The paradigm shift in corporate governance has considerable implications for the value that HR can deliver and the ways in which it treats people working for an organisation. But, to be able to support organisations in creating sustainable and successful relationships between people and the business (as opposed to simply using people as inputs towards organisational value creation), HR must professionalise, building trust and credibility in the ability of practitioners to make appropriate value judgements about how people should be managed in a business. The professionalisation of HR is therefore critical to fulfilling the CIPD’s core purpose: championing better work and working lives by improving practices in people and organisation development for the benefit of individuals, businesses, economies and society.
Professionalism is associated with several key attributes. The most familiar one is the use of specialist, expert knowledge, which is likely to require increased training, adherence to knowledge standards and a requirement to regularly update this knowledge. Some professions protect access to such knowledge and professional credentials with educational or legal certification (licence to practise).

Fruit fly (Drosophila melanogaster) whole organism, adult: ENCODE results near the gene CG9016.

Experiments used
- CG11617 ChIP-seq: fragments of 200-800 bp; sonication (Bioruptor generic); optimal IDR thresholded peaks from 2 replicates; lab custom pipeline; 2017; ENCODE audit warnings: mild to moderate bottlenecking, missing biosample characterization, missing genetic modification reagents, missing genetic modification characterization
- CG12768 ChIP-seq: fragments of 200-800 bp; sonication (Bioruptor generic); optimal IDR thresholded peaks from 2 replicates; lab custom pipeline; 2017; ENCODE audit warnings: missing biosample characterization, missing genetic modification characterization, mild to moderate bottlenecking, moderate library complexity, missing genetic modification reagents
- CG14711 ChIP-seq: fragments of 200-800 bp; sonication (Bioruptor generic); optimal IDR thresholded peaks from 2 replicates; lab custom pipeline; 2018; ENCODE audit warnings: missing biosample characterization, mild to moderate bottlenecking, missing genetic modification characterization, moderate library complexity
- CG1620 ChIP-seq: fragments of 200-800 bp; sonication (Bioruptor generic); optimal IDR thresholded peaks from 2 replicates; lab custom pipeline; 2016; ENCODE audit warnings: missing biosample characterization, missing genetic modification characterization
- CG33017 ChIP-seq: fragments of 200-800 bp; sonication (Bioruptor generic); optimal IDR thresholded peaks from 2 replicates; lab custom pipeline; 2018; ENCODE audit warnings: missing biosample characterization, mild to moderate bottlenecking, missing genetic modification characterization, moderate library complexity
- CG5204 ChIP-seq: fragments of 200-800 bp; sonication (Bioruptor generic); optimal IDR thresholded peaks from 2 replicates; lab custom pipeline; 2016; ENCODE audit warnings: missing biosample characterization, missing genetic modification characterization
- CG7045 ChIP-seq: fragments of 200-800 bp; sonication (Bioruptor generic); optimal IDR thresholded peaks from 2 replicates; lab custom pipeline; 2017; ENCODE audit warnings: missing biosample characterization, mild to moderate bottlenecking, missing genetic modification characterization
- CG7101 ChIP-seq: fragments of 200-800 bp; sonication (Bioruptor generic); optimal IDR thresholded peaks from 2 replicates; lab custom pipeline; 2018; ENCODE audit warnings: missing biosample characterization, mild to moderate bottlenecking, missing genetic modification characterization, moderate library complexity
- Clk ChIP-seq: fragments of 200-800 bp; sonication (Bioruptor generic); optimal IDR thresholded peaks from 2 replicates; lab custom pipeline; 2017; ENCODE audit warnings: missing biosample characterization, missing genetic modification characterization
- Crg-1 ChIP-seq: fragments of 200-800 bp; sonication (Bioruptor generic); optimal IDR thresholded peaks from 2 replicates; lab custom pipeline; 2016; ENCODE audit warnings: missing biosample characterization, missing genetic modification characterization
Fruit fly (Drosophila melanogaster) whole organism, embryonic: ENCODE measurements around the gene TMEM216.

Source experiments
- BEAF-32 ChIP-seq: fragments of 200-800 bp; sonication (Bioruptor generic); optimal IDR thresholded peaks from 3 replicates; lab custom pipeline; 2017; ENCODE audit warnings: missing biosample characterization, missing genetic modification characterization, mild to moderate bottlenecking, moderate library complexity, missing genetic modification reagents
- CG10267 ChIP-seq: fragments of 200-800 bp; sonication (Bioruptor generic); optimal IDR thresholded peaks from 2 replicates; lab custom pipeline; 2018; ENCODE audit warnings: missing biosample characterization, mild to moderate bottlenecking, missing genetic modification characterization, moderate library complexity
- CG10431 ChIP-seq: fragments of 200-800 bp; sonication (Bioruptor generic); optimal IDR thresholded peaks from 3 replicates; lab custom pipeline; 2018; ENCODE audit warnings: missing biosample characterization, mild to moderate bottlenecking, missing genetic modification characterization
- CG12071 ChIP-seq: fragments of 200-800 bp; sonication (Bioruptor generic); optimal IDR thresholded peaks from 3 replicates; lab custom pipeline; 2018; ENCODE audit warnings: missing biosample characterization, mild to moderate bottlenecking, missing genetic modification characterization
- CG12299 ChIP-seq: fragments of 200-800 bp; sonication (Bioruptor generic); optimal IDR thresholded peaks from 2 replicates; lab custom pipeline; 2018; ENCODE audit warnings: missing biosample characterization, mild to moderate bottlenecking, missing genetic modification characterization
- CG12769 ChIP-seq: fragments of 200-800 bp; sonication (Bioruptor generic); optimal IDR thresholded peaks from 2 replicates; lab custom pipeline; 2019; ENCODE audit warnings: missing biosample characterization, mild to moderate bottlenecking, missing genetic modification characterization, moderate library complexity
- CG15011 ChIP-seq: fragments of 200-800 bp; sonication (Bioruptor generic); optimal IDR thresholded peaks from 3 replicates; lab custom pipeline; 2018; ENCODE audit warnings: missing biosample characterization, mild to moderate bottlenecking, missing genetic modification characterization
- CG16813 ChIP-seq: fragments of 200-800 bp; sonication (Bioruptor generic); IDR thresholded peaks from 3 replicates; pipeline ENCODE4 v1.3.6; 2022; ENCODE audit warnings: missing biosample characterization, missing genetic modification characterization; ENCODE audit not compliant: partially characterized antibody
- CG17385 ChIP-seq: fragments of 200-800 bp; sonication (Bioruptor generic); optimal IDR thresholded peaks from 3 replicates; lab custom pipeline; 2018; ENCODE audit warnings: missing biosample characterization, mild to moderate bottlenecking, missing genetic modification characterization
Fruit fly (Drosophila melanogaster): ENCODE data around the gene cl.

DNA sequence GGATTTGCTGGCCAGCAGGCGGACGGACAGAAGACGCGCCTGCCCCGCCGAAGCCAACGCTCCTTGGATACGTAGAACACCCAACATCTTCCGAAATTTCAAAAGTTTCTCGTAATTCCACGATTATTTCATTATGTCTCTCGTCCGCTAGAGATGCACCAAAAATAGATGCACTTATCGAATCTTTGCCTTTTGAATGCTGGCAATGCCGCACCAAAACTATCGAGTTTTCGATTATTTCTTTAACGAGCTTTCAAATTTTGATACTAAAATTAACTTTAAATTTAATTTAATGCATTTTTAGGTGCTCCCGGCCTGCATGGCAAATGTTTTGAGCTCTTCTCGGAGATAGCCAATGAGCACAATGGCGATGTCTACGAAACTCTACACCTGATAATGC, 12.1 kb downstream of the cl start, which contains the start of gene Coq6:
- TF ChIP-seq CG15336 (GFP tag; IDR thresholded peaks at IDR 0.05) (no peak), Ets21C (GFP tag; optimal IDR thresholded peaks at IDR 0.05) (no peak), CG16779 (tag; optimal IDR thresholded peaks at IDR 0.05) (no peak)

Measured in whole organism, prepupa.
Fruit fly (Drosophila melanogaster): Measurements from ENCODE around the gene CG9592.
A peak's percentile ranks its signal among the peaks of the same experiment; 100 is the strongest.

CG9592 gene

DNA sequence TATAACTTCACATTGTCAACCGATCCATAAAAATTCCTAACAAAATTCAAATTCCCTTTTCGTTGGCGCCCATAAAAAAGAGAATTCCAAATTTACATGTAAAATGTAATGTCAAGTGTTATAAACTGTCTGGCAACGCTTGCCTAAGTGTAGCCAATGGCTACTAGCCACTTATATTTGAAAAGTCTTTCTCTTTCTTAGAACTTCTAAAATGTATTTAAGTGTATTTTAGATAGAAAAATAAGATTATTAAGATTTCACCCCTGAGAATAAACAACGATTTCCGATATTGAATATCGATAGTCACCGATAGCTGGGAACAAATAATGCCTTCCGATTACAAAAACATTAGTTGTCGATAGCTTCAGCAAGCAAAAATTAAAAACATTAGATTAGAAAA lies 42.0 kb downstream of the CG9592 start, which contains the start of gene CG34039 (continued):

Another critical aspect of professionalism is the use of knowledge for the good of society, implying an ethical responsibility. This means that professionals are able to make informed choices about their actions, but also have a responsibility to act, rather than ignoring the necessary choice or complying with a potentially harmful decision, even if this decision is pursued by some of their stakeholders.
Finally, situational judgement is key to professional behaviour, with some pointing out that ‘the true skill of professionalism may be not so much in knowing what to do, but when to do it’. This means being able to derive practical insight applicable to specific circumstances, while often resolving conflicts of interest between multiple stakeholders. It is the ability to draw on one’s knowledge as well as sensitivity to the ethical choices that allows professionals to gain the trust of their stakeholders.